As promised, here’s a little tour through my notebook — stuff that I wrote down while listening to panels at the World Fantasy Convention 2008 in Calgary.
David Morrell, one of this year’s Guests of Honor, the creator of Rambo in his novel First Blood (1972), has a book out on writing that I’d love to read: The Successful Novelist (2008).
He says the keys to writing success are talent, discipline, hard work, and luck. (No real surprises there, but I thought it was worth writing down, because it’s true. Or rather, mostly true: it depends on your own interpretation of the “luck” part. As Obi-Wan says, “In my experience, there’s no such thing as luck.” Again and again in my own writer’s path, things have happened that, to many, would seem like sheer dumb luck. The right thing is written on the silliest whim at the right time, sent to the right editor at precisely the right time, etc. — my own interpretation is that there’s an overarching plan — yes, it’s my blog and I’ll say what I want. I believe that God works things out, opening doors at just the right moments. But certainly the parts about talent, hard work, and discipline are indisputable.)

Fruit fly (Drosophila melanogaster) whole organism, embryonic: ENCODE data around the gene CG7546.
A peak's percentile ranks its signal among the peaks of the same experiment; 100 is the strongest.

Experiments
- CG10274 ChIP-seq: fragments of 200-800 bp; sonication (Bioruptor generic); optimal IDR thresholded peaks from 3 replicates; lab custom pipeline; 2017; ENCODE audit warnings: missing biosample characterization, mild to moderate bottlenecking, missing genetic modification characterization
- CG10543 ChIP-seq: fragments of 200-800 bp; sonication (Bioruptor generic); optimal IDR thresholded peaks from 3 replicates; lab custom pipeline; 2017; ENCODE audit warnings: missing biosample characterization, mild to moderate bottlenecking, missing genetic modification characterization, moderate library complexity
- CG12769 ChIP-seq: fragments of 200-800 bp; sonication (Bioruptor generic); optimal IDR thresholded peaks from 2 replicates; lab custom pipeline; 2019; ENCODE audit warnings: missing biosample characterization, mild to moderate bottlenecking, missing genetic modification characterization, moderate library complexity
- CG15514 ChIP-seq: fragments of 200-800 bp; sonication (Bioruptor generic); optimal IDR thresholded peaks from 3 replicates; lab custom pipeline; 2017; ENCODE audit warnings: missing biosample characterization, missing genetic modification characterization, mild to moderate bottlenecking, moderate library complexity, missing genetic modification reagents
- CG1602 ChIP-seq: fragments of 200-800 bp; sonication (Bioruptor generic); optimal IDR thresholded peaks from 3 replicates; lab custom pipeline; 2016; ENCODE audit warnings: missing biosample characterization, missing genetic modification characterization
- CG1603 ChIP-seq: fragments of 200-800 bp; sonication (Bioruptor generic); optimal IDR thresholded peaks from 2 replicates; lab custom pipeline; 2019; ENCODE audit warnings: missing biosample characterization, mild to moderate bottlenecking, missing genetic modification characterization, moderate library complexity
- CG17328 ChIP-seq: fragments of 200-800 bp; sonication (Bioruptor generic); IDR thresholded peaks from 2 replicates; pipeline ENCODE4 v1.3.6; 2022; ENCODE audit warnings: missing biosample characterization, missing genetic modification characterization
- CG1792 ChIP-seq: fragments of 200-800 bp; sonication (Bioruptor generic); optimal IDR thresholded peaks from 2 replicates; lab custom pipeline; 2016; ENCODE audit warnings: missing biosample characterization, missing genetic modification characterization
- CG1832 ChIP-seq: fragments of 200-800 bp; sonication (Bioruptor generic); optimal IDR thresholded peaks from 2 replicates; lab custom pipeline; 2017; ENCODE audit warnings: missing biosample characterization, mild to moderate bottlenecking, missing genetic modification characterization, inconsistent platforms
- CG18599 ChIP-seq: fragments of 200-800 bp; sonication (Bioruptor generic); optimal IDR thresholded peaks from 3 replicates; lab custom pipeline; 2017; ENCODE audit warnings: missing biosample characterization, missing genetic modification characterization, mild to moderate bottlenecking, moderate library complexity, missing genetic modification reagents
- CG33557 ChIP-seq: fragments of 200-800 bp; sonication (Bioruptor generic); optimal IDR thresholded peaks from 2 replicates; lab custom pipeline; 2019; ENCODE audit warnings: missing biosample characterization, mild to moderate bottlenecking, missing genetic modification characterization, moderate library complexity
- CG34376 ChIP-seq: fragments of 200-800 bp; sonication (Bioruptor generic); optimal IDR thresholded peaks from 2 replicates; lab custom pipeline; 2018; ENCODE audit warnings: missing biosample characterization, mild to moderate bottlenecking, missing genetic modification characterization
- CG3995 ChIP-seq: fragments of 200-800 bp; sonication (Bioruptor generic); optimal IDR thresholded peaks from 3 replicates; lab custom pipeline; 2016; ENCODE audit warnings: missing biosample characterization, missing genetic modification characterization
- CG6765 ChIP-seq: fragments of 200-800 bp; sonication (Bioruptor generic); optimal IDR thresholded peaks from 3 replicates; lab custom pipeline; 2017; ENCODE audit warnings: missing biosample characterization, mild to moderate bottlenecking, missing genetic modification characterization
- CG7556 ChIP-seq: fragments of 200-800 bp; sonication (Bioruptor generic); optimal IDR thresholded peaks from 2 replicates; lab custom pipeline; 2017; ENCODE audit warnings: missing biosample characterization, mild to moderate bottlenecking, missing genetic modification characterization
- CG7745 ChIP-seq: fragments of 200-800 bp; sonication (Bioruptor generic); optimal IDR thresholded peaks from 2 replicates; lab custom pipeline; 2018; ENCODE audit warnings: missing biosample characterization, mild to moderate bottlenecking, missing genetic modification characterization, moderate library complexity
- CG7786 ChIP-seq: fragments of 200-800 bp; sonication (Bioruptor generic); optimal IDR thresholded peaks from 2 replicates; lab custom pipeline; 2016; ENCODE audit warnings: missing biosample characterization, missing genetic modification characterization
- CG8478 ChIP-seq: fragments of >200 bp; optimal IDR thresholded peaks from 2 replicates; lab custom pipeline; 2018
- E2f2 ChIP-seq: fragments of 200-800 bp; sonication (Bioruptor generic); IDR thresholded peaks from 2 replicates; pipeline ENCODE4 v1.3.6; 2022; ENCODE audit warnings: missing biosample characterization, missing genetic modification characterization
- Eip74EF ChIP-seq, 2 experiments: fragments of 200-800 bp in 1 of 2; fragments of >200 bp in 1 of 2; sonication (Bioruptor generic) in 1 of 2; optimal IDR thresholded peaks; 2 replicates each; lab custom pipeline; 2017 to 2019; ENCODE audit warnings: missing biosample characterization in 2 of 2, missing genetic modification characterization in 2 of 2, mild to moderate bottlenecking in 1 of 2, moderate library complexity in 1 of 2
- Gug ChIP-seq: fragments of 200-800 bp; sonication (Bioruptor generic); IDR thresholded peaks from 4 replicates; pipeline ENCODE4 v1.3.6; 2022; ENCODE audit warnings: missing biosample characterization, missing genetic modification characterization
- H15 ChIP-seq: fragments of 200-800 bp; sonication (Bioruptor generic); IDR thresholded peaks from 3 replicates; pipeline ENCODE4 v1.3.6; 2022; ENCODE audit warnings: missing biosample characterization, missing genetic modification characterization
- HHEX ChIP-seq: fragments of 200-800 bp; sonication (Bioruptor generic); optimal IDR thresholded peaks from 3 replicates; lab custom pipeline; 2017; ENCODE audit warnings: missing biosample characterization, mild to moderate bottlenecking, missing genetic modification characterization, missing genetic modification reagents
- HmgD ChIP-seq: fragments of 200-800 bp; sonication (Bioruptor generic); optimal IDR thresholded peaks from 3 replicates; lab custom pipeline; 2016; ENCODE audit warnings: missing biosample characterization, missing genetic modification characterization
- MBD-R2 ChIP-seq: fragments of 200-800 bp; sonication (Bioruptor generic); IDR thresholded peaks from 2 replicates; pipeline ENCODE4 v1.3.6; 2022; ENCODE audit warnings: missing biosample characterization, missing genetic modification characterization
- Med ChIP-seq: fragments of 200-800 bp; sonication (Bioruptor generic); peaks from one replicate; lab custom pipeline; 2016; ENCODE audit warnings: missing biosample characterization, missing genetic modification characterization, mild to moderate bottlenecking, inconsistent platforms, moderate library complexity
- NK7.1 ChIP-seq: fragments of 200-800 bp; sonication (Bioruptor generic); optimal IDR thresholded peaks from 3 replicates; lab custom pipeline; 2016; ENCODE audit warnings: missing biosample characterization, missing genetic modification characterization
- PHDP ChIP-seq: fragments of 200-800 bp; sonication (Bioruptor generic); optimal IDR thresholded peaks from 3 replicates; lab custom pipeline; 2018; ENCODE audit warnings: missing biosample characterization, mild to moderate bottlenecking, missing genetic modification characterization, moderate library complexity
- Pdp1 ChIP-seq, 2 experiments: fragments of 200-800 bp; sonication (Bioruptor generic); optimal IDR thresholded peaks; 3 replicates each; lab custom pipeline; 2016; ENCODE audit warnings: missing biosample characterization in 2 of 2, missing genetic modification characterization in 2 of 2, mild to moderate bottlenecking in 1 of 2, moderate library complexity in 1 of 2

David Morrell says that, because of who we are and the life experiences we’ve had, we all have a dominant emotion. He compares it to a ferret — a ferret that lives inside us, trying to get out. Our task as writers is to identify the ferret. Figure out what it is you’re supposed to be writing. It may take a lot of trial and error, but keep listening, keep trying to sight the ferret, so that you know what it is.
It’s the daydreams that lead us. Your ferret will likely identify himself most readily when you’re not thinking about him. Be aware of your daydreams — of the things that come up and come out again and again in your writing. In a sense, your body knows what it should be writing.